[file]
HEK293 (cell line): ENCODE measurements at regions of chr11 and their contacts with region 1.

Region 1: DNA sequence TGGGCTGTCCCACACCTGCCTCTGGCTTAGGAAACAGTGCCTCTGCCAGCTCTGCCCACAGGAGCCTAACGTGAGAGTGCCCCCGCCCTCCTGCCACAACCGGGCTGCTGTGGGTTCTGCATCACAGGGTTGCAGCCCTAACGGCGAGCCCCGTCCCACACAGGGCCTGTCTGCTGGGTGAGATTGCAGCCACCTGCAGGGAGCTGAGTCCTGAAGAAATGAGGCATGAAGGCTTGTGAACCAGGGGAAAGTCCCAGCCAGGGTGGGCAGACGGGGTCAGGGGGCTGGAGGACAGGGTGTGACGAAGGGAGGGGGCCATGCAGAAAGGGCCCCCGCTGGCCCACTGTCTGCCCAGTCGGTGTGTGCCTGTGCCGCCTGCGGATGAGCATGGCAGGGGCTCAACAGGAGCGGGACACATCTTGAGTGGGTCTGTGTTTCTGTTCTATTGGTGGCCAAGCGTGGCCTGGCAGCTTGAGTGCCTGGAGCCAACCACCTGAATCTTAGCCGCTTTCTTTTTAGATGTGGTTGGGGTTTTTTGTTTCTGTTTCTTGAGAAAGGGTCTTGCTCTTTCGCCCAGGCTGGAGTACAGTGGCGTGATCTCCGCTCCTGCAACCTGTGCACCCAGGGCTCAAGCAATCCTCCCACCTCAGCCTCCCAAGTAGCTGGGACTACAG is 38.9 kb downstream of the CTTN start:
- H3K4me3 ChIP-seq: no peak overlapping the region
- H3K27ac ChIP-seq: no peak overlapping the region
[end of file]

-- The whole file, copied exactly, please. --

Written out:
HEK293 (cell line): ENCODE measurements at regions of chr11 and their contacts with region 1.

Region 1: DNA sequence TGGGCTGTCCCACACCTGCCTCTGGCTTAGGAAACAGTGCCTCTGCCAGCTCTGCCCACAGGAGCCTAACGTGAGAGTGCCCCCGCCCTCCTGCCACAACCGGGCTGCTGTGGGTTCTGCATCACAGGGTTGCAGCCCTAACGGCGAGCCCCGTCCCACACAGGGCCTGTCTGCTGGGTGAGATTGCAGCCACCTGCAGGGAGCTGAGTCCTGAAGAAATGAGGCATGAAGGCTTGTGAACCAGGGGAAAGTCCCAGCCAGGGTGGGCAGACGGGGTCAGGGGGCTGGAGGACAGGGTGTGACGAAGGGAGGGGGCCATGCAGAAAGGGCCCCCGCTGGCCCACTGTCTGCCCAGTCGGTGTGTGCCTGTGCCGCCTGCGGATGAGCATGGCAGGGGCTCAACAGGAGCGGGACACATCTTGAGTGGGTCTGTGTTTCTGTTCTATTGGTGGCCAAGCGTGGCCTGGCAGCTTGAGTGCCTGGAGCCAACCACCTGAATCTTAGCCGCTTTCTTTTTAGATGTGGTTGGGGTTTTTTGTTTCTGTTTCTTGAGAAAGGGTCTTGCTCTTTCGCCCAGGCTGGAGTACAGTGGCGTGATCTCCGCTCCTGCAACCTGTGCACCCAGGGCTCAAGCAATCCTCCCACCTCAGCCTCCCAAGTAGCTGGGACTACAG is 38.9 kb downstream of the CTTN start:
- H3K4me3 ChIP-seq: no peak overlapping the region
- H3K27ac ChIP-seq: no peak overlapping the region